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60 pages 2 hours read

Jesmyn Ward

Let Us Descend

Fiction | Novel | Adult | Published in 2023

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Summary and Study Guide

Overview

Published in 2023, Let Us Descend is Jesmyn Ward’s fourth novel. Ward has won two National Book Awards, the first of which was awarded for Salvage the Bones (2011) and the second for Sing, Unburied, Sing (2017). All four of Ward’s novels to date depict life for African American communities in the American South, and her first three works are set in Bois Sauvage, a fictionalized version of her family home of De Lisle, Mississippi. Let Us Descend is the first of her books to examine the experiences of enslaved African Americans, but it shares with her other works a thematic interest in institutional racism and oppression, generational trauma, resilience, agency, and the strength of Black family ties. Although it is primarily categorized as historical fiction due to its engagement with the history of enslavement in America, Let Us Descend also blends distinctive elements of fantasy and magical realism into its straightforward storytelling style.

This guide refers to the 2023 hardcover first edition by Scribner.

Content Warning: Both the source material and this guide contain depictions of enslavement, sexual assault, racism, violence, abuse, and suicidal ideation.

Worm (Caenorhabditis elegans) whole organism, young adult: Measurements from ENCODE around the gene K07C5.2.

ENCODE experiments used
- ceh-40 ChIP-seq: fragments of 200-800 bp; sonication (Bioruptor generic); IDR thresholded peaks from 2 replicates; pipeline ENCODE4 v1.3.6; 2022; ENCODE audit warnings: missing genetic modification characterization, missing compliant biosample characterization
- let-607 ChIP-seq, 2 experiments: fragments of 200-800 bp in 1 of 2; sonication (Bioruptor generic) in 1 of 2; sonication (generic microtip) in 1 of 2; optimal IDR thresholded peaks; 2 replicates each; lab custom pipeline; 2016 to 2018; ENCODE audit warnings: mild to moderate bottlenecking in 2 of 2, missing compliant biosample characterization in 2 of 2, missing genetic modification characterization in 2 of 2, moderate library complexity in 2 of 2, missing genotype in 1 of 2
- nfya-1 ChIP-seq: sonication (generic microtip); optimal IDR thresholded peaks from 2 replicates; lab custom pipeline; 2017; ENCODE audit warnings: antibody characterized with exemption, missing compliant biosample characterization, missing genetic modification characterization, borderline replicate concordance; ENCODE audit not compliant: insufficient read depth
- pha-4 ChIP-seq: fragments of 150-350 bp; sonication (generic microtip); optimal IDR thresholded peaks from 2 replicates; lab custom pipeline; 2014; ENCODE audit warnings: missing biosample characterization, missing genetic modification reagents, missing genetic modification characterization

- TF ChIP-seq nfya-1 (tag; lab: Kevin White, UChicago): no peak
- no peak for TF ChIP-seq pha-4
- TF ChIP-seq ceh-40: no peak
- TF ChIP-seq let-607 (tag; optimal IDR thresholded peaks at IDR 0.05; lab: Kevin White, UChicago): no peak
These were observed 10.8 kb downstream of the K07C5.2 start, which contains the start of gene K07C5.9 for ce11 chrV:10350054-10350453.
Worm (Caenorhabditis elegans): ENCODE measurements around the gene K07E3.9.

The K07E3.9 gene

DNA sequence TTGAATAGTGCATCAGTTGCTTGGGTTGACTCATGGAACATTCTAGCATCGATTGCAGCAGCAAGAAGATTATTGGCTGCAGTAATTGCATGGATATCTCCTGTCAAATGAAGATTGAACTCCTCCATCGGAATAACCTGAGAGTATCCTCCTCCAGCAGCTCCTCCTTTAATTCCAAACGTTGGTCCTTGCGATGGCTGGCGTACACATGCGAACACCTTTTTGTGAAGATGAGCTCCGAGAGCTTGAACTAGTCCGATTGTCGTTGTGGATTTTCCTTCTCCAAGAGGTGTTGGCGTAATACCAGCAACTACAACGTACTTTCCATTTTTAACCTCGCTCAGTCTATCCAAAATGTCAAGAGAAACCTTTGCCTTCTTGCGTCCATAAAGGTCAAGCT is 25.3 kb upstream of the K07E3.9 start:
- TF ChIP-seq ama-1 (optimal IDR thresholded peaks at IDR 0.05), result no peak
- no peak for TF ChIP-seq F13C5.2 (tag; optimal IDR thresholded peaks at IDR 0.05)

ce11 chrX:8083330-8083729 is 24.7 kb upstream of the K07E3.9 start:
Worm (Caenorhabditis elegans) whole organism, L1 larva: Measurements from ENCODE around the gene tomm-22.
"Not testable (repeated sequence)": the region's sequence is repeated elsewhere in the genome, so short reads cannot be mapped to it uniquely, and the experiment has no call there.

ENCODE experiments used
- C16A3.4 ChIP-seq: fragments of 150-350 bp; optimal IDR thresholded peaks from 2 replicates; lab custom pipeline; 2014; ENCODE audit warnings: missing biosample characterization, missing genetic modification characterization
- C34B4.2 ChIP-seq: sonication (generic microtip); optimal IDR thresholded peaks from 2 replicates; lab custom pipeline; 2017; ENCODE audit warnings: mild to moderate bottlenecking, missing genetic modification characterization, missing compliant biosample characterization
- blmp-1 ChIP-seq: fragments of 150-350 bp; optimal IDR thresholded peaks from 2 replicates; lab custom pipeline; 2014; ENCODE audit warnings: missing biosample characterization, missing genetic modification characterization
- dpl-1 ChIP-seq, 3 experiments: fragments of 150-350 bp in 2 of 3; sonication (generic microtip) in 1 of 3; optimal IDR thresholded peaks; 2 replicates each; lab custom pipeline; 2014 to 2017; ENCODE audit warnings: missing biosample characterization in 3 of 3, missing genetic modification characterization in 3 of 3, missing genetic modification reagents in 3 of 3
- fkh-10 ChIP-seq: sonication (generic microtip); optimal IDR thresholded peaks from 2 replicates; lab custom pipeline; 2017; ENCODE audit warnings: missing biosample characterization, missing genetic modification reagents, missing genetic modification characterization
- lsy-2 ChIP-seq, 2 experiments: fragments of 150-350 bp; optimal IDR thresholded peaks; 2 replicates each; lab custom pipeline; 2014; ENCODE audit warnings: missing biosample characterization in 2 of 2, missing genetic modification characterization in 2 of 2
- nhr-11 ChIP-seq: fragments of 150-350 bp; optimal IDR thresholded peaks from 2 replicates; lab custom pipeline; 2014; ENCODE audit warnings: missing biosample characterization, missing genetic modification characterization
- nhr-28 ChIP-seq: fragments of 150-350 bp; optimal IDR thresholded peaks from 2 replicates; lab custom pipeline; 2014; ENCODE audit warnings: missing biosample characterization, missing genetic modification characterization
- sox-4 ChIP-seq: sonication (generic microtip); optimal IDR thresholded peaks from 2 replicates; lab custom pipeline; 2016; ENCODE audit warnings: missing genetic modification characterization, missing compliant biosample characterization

Plot Summary

Let Us Descend tells the story of Annis, an enslaved woman who is forcibly separated from her mother and forced to march from her home in the Carolinas to the brutal markets for enslaved men and women in New Orleans. Ultimately, however, she finds freedom on her own terms and forges a successful life for herself in the backcountry lowlands of rural Louisiana. At the beginning of the narrative, Annis’s mother, Sasha, teaches her lessons in hand-to-hand combat with a spear, a skill that she herself learned as the daughter of one of the Fon people’s “warrior wives.” Sold into enslavement and sent to the United States by her husband after having an affair, Annis’s grandmother, Mama Aza, taught her daughter Sasha how to carve and wield weapons, and now, Sasha passes this skill, along with their family history, on to her daughter Annis.

Annis and her mother are both enslaved by a man who serially sexually assaults Sasha, and Annis is his daughter. When Sasha becomes aware that this man, whom the text only refers to as Annis’s “sire,” is interested in sexually assaulting Annis as well, she intervenes on her daughter’s behalf and is sold as punishment. As her final maternal act before her forced departure, Sasha gives Annis a small, hairpin-sized awl that Mama Aza carved from an elephant’s tusk before she left West Africa. Sasha reminds Annis to be strong and assures her daughter that she will always be with her even though they are about to be physically separated.